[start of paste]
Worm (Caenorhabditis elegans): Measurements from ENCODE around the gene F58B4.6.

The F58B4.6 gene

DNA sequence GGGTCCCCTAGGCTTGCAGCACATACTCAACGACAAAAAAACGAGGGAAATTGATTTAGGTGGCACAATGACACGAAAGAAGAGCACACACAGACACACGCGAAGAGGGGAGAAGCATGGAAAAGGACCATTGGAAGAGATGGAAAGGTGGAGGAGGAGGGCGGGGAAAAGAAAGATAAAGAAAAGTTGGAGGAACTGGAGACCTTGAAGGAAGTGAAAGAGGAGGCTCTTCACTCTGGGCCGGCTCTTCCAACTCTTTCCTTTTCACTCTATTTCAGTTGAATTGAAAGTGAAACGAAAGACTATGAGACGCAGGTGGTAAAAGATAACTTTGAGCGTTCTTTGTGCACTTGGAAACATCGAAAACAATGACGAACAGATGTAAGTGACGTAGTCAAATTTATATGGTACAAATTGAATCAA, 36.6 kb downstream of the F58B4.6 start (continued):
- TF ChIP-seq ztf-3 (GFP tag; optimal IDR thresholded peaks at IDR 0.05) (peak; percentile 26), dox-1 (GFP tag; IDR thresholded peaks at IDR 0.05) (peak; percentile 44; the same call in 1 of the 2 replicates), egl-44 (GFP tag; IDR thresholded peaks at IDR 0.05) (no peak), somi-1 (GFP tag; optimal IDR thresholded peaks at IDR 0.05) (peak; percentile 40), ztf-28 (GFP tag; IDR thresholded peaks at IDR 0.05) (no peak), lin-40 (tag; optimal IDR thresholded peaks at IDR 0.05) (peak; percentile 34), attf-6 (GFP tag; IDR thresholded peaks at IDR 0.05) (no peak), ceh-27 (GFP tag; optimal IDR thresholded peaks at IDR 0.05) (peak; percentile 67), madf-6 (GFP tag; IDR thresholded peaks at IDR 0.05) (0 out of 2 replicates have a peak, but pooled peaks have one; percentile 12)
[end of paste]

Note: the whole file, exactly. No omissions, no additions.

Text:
Worm (Caenorhabditis elegans): Measurements from ENCODE around the gene F58B4.6.

The F58B4.6 gene

DNA sequence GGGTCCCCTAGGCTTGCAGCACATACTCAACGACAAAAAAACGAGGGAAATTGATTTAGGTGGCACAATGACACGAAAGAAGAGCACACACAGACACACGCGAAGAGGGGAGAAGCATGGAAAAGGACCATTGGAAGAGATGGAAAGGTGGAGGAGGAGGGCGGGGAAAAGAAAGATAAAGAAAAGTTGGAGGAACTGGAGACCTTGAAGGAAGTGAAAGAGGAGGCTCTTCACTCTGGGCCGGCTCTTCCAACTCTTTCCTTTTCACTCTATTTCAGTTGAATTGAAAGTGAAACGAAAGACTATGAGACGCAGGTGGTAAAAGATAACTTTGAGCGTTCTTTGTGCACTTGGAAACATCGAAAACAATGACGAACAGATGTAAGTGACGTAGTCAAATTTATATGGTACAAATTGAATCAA, 36.6 kb downstream of the F58B4.6 start (continued):
- TF ChIP-seq ztf-3 (GFP tag; optimal IDR thresholded peaks at IDR 0.05) (peak; percentile 26), dox-1 (GFP tag; IDR thresholded peaks at IDR 0.05) (peak; percentile 44; the same call in 1 of the 2 replicates), egl-44 (GFP tag; IDR thresholded peaks at IDR 0.05) (no peak), somi-1 (GFP tag; optimal IDR thresholded peaks at IDR 0.05) (peak; percentile 40), ztf-28 (GFP tag; IDR thresholded peaks at IDR 0.05) (no peak), lin-40 (tag; optimal IDR thresholded peaks at IDR 0.05) (peak; percentile 34), attf-6 (GFP tag; IDR thresholded peaks at IDR 0.05) (no peak), ceh-27 (GFP tag; optimal IDR thresholded peaks at IDR 0.05) (peak; percentile 67), madf-6 (GFP tag; IDR thresholded peaks at IDR 0.05) (0 out of 2 replicates have a peak, but pooled peaks have one; percentile 12)